Elderly left behind in battle for disability care

Posted on 03 Oct 2023

By Greg Thom, journalist, Institute of Community Directors Australia


Older Australians with disability are falling through the cracks when it comes to receiving the care and support they need, according to disability advocates.

The Older Persons Advocacy Network (OPAN) and the Australian Federation of Disability Organisations (AFDO) have released a joint discussion paper they said highlights the systemic inequality facing people with disability aged over 65.

The Supports for Older People with Disability paper reveals that people who turned 65 before the rollout of the NDIS and those who acquired a disability after the age of 65 are ineligible for the scheme.

To remain in their own homes, they must instead rely on home care packages which are capped at $59,593 and designed to support basic age-related needs.

The peak advocacy bodies called for an end to alleged discrimination against older people with disability and for the Australian government to urgently address what they believe is “systemic inequity.”

The release of the discussion paper comes as the Royal Commission into Violence, Abuse, Neglect and Exploitation of People with Disability handed down its final report after a four-and-a-half-year inquiry.

The 12-volume report contained 222 recommendations ranging from phasing out segregated education for disabled students to establishing a federal government portfolio for disability and creating a disability rights act.

“We need to fix the inequities in Australia’s disability support system once and for all.”
AFDO CEO Ross Joyce.

A 2018 survey by the Australian Bureau of Statistics revealed that more than 1.9 million older people aged 65 and over reported having a disability.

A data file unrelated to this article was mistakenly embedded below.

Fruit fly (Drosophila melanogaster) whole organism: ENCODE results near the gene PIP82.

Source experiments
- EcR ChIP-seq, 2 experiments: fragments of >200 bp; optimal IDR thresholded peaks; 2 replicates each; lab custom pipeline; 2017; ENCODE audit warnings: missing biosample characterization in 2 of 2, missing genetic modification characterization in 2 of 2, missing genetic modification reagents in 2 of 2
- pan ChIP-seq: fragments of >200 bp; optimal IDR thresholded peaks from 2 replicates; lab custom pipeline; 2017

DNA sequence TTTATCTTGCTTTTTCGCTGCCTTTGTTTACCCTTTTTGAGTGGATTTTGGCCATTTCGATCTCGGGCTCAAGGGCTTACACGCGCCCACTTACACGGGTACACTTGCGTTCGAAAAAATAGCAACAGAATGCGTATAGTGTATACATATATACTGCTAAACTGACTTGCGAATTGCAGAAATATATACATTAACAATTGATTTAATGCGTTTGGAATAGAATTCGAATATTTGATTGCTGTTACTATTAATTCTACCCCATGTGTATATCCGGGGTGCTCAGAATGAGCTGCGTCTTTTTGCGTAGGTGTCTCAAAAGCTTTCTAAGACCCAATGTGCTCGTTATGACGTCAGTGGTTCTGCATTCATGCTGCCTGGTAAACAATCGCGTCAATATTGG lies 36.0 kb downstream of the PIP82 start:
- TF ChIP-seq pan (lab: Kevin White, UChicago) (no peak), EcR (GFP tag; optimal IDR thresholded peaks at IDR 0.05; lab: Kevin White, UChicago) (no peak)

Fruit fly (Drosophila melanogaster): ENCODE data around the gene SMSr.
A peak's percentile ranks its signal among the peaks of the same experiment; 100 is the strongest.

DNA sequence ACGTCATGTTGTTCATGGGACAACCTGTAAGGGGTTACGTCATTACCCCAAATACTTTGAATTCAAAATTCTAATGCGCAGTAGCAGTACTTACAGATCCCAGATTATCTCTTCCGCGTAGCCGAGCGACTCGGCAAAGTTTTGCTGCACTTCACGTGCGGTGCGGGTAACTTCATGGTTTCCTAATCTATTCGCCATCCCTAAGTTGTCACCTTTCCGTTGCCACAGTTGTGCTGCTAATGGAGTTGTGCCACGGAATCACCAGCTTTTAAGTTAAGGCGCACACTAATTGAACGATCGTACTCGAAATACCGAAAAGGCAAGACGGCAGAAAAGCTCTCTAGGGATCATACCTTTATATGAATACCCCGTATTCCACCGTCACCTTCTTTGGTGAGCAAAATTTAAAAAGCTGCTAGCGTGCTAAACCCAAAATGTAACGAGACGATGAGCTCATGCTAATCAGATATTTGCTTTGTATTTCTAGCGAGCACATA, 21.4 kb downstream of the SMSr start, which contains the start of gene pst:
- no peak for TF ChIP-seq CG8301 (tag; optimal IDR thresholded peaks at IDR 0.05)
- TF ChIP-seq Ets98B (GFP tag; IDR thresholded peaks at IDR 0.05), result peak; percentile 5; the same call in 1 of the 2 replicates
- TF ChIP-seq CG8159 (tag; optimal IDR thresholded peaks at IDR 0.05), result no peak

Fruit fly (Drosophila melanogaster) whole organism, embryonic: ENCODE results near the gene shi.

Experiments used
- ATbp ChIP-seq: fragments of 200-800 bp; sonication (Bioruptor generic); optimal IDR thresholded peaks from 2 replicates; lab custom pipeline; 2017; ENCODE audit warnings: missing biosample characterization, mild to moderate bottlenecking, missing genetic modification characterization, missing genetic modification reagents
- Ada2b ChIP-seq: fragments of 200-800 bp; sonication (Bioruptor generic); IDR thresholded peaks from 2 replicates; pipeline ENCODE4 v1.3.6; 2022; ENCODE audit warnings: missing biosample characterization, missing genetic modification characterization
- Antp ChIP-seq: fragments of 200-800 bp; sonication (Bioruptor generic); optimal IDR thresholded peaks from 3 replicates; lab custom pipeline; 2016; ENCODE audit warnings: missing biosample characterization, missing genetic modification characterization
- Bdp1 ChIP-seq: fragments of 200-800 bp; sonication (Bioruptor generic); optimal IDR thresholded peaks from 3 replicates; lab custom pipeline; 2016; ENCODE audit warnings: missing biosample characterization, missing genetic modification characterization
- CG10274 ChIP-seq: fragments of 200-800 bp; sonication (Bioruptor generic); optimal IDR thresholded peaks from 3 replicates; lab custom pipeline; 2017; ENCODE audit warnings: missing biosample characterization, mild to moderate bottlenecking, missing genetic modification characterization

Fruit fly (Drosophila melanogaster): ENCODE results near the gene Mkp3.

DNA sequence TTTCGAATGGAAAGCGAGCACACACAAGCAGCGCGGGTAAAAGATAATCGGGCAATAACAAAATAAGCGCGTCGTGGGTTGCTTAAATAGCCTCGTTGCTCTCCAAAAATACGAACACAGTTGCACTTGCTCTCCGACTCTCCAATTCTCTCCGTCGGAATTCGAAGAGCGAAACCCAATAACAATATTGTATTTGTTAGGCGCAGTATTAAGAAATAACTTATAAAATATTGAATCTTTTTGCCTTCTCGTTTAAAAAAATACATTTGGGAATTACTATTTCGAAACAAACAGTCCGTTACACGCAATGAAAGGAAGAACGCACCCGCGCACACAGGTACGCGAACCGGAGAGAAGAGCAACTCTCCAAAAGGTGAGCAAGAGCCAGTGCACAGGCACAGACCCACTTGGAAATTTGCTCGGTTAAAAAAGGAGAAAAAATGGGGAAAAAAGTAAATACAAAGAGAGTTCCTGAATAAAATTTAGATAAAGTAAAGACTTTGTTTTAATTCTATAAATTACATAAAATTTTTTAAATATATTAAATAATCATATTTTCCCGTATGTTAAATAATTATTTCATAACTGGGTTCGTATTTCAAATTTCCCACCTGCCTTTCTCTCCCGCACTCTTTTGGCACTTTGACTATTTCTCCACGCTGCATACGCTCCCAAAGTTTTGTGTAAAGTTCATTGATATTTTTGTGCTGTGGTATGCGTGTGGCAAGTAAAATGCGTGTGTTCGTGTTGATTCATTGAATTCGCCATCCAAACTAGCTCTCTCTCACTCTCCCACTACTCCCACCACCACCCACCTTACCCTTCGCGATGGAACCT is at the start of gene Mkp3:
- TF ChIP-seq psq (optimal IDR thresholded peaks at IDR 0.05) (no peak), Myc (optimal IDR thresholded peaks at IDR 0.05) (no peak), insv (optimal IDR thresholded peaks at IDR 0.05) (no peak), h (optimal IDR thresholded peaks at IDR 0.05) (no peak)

The CEO of the not-for-profit community-based advocacy and education service Aged and Disability Australia (ADA), Geoff Rowe, said his organisation frequently received calls from older people with disability who were falling through the cracks.

“Without access to the appropriate levels of at-home support, they are often forced prematurely into residential aged care,” said Mr Rowe.

“It’s a loss for the older person and it often results in a more expensive option for us as taxpayers.

“As the peak advocacy group for older people, we think that is unacceptable.”

Mr Rowe said while aged care reforms are underway, there are fundamental gaps and differences between the disability and aged care sectors that need urgent attention.

“That’s why we are calling for a national, solutions-focused discussion that includes the voices of older people, and we look forward to engaging with the government and other stakeholders on the matter.”

AFDO CEO Ross Joyce accused Australia of having an ageist approach to disability policy with a disproportionate focus on the National Disability Insurance Scheme.

“Our members frequently tell us how difficult it is for the older people with disability they represent to access the supports they need,” said Mr Joyce.

“There has been a disproportionate focus on the NDIS over the past 10 years, which has resulted in many older people with disability continuing to fail to receive necessary supports.

“We need to fix the inequities in Australia’s disability support system once and for all.”

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